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MF Strategic Marketing Market segmentation, target market and positioning


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MF Strategic Marketing Market segmentation, target market and positioning

  1. 1. Market Segmentation, Selecting Target Market & Developing Product Positioning
  2. 2. MARKET SEGMENTATION: Strategic & Tactical Marketing Decisions Define a continuing basis for determining how an organization interacts with the market place to achieve its broad objectives Short duration actions adapted to specific situations to achieve limited objectives in line with the general strategy Marketing Strategy Marketing Tactics
  3. 3. MARKET SEGMENTATION: Strategic Marketing Decisions Characteristics Defining the scope and nature of an organization’s market place by segmenting the market into customer groups: ‘How can customers be grouped according to their needs and buying Patterns?’ Matching the activities of an organization to the market in which it operates by TARGETING selected customer groups: ‘’What benefits do these particular group of customers look for and how can we provide them?’’ Matching the strengths of an organization to the needs of a customer group by adopting an appropriate market POSITION: ‘’What do we have to offer this customer group that is special in some way?’’
  4. 4. MARKET SEGMENTATION: Levels of Segmentation Mass Marketing One standardized product for all. Market Segments Homogenous groups having similar characteristics Market sub-segments Narrower groups within segments Niche Marketing Group of buyers who require very specialized products or services Customized Marketing Segment of one.
  5. 5. MARKET SEGMENTATION: Levels of Segmentation: Example- Book Market Recreational Buyers Display Buyers Knowledge Buyers Students ParentsHobbyistsStamp Collectors NICHE SEGMENTS SUB-SEGMENTS
  6. 6. MARKET SEGMENTATION: Advantages Of Segmentation Closer matching between what is offered by the organization and customer needs Concentration of resources on areas of greatest advantage e.g. Body Shop – more natural & less synthetic Market leadership through domination of a narrowly defined market Key to profitability in competitive markets.
  7. 7. MARKET SEGMENTATION: Criteria for Effective Segmentation Measurability  Degree to which size and purchasing power of segments can be assessed, examples: age, income Accessibility  Degree to which a firm can reach intended target segments efficiently through unique communication & distribution strategies Substantialness  Degree to which identified target segments are large enough or have sufficient sales and profit potential to warrant unique or separate marketing programs.
  8. 8. MARKET SEGMENTATION: Criteria for Effective Segmentation Durability  Stability of the segments Differential Responsiveness  Extent to which market segments exhibit different responses to different marketing mixes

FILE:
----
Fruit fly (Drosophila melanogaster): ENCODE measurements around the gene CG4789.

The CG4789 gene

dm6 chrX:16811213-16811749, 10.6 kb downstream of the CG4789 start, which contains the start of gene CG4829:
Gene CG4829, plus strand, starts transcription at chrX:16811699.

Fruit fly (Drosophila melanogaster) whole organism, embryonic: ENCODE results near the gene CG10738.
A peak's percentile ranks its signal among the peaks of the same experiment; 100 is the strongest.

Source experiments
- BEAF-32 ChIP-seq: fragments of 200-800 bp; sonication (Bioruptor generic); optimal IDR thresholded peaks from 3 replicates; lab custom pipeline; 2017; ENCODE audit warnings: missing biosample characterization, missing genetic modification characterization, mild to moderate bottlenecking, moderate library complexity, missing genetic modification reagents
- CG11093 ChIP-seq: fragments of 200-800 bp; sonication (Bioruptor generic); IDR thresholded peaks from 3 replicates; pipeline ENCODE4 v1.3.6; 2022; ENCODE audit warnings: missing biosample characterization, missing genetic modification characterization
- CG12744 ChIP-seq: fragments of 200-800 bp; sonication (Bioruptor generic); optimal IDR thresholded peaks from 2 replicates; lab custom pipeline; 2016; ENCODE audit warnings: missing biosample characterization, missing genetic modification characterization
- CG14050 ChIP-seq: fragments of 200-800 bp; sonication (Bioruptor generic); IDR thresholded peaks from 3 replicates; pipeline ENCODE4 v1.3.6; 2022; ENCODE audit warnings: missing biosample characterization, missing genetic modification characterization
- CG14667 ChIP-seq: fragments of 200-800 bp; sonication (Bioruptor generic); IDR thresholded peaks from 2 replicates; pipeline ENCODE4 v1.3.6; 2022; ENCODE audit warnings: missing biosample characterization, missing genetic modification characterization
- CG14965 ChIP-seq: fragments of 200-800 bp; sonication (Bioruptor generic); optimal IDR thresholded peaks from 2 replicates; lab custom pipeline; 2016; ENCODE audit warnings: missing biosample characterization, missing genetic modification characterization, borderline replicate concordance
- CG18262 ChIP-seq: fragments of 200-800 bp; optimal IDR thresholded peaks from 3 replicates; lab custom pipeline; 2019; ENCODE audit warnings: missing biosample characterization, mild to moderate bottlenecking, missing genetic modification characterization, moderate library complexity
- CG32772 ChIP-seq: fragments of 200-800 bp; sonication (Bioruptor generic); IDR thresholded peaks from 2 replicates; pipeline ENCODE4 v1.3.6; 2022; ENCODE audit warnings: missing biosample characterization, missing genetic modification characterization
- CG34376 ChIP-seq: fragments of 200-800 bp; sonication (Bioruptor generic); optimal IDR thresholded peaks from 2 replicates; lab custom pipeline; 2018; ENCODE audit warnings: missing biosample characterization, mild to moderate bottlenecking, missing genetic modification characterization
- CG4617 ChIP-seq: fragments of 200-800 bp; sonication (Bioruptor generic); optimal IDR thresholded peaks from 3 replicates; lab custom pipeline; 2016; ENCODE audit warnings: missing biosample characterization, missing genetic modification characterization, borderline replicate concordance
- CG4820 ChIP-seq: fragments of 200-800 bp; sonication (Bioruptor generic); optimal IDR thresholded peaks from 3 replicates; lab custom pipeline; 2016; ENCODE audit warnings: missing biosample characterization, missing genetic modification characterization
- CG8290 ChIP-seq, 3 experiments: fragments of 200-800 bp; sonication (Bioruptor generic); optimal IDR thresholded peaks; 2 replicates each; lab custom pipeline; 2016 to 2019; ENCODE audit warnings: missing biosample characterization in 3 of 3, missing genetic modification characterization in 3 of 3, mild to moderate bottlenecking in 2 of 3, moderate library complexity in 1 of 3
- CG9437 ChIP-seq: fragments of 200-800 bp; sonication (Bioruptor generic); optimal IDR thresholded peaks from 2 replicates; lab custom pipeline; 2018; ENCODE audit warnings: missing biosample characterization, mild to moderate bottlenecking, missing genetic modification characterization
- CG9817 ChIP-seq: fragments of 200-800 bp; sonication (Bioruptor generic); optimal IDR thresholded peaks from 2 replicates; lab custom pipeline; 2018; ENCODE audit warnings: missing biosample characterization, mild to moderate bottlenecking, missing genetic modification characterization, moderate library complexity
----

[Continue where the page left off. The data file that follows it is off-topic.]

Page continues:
9. 9. Developing Market Segmentation Strategy Define overall product market Identify bases for segmentation Describe segments Analyze segments for potential & likely success Select Target Markets Determine positioning & develop marketing mix
  10. 10. Define overall product market A company’s market Focus on customers Generic vs. Product market  Generic is a market with broadly similar needs and sellers offering various, often diverse ways of satisfying those needs.  Product market has very similar needs and sellers offer various close substitutes  Example, entertainment seekers  buy a digital camcorder or plasma screen TV, sign up for a cruise or reserve tickets for a concert.
  11. 11. Relationship between Generic & Product- Market Definitions Generic market definition Product - market definition Customer (user) needs Customer types Geographic area Product type (good and/ or service)
  12. 12. Narrowing down to target markets Narrowing down to specific product-market All Customer needs Some generic market One broad Product- market Homogeneous (narrow) product- markets Segmenting into possible target markets
  13. 13. Geography • National • Regional • Urban/ rural Psychographics • Lifestyle • Personality Bases for Segmentation Benefits Sought • Low price • Reliability • Safety • Convenience • Status Buyer Behavior • Purchase rates • Loyalty • Payment methods • Media usage Demographics •Age • Gender • Culture • Family Lifecycle • Company size End Use • Applications • Product Types
  14. 14. Principal benefit sought Demographic strengths Special behavioral characteristics Brands disproportionately favored Lifestyle characteristics Example: Toothpaste Market Benefit Segments Sensory Segment Flavor & product appearance Children Users of spearmint- flavored toothpaste Colgate Hedonistic Sociable Segment Brightness of teeth Teens, young people Smokers Macleans, Ultra Brite Active Worrier Segment Decay prevention Large families Heavy users Crest Conservative Independent Segment Price Men Heavy users Cheapest brand Value-oriented
  15. 15. Example: Market segments for High- Tech Products Less Affluent More affluent Sidelined citizens Not interested in technology Hand-Shakers Old consumers – typically Managers – who don’t touch their computers at work. They leave that to younger Assistants. Traditionalists Willing to use technology but slow to upgrade. not convinced upgrades and other add-ons are worth paying for. Media junkies Seek entertainment And can’t find much Of it on-line. Prefer TV And other media. EntertainmentBusiness Family THE PESSIMISTS Based on 131,000 people poll about their motivations, buying habits and financial ability to purchase high-tech products